What Factors Impact Our Chances of Becoming Addicted?

One of the biggest issues with addiction is that it’s one of the most unpredictable conditions out there. You might get addicted to something – you might not. It’s a gamble. There are, however, numerous risk factors associated with addiction development, and we’ll list some of the most prominent below. Aside from listing the potential risk factors for addiction development – we’ll briefly explain each one.

1. Hereditary implications

Some people are naturally prone to addiction more than others. That might be one of the leading causes of addiction globally.

2. Environmental conditions

Depending on your environment, surroundings, and social standard – you might be more prone to developing an addiction.

3. Substance of choice

Some substances are far more likely to cause addiction than others. Smoking crack cocaine is far more addictive than having sexual intercourse.

4. Exposure to addictive substances

If someone is exposed to something that might cause an addiction, especially in early life, they’re far more likely to try it, thus augmenting addiction development chances.

5. Normalization of substance abuse

The normalization of substance abuse is a plague that significantly increases the chances of developing an addiction to something.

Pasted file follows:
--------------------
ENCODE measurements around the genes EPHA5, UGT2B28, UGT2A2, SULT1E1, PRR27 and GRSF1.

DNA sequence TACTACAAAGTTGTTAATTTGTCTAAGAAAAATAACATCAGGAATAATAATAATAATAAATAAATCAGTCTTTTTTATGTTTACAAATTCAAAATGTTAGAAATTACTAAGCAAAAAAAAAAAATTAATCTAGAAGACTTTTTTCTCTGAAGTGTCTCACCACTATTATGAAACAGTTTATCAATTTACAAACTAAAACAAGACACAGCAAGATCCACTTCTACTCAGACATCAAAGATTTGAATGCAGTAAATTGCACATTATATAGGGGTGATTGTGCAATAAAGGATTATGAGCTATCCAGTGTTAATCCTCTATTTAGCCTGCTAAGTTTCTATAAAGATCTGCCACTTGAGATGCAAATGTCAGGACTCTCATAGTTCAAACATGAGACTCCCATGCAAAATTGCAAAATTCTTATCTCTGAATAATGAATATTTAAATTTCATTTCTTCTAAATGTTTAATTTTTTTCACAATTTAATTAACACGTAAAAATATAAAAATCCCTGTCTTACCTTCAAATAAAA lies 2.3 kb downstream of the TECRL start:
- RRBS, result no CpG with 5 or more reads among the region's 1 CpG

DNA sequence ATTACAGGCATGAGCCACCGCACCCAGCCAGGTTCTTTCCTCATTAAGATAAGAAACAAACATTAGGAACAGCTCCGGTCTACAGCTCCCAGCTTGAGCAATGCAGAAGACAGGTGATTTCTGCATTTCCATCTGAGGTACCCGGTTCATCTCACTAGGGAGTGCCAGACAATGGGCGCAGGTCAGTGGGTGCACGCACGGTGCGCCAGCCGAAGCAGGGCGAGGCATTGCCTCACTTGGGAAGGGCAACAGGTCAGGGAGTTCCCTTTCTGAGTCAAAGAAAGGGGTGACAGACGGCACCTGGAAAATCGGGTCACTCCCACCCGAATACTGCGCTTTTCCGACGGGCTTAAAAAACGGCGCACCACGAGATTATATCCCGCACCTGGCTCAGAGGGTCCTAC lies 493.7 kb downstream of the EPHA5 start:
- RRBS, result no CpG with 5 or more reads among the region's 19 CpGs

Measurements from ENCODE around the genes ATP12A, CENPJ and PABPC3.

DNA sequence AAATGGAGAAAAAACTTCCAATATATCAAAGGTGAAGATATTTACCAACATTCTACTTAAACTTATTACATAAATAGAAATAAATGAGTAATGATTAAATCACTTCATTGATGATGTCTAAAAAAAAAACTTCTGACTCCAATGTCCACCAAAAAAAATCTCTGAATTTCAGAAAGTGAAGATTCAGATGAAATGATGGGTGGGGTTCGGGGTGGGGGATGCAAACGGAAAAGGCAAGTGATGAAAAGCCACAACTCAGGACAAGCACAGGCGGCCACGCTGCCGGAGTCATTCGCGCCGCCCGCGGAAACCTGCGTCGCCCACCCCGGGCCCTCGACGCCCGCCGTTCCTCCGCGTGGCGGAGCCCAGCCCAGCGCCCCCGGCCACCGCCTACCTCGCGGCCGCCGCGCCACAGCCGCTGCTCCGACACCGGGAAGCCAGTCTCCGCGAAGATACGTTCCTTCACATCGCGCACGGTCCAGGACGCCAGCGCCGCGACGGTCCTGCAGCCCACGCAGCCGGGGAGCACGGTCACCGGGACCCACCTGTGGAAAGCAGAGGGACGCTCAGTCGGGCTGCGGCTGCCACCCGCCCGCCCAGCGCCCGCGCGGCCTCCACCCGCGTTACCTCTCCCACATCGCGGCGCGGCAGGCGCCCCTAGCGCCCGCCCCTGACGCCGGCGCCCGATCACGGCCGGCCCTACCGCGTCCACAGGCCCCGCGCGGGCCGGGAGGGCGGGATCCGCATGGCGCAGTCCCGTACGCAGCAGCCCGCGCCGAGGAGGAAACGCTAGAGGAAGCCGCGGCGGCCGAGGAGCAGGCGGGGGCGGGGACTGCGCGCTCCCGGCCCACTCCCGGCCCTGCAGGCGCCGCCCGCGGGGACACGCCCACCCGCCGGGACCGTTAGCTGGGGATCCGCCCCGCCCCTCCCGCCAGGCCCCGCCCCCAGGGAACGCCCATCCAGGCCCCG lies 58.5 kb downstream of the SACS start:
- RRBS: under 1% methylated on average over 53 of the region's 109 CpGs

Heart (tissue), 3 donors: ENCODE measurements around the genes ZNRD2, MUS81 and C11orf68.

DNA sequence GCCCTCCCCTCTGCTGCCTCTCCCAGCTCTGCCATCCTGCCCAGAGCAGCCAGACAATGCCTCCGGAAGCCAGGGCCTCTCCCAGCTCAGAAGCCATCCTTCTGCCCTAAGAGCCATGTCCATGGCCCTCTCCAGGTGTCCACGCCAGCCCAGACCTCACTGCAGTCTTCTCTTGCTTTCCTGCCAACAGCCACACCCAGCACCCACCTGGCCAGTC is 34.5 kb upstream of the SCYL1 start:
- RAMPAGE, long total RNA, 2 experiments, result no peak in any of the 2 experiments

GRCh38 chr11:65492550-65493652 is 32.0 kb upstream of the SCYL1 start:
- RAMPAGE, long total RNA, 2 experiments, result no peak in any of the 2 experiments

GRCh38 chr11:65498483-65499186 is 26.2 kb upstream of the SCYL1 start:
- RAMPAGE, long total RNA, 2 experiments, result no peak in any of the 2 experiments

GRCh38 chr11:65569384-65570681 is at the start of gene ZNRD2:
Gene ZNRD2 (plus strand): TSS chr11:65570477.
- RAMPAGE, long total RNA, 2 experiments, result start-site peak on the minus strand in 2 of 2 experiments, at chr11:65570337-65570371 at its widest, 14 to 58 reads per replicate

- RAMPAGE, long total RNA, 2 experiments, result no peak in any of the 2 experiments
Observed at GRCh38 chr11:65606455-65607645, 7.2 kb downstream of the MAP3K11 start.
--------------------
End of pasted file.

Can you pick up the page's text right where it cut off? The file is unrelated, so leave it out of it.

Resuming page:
How Is It Treated?

An addition is typically treated by addiction therapy. Depending on the type of substance abuse, this therapy could include pharmaceuticals. Addiction therapy is a long process that requires persistence, and that’s why so many people fail on their first try. A typical addiction therapy process includes:
  • Detoxification and withdrawal from the substance causing the addiction
  • The administration of pharmaceuticals that lessen withdrawal symptoms
  • Professional mental assistance in the form of psychotherapy
  • Reintegration into society and motivational support
Addiction is an incurable disease. While addiction can’t be cured, it can be treated, and the addict can make a full recovery and never experience addiction to the substance again. Addiction is a life-long battle – but an addict can keep winning if they choose to do so.


Addiction is not something to joke about. It’s a very prevalent issue that ruins a lot of lives and livelihoods daily. The addiction epidemic is sweeping the world, and the troubling times we’re experiencing aren’t doing any good to battle the numbers of new addicts. Be aware of your behaviours, be conscious of what you repeatedly do and if that results in any type of negative outcome. Habitual things are often done subconsciously and without acknowledgement. Take the time to analyse, log and look at the things you do daily. Although they may not be addictions they may be things that influence the outcomes you get from life.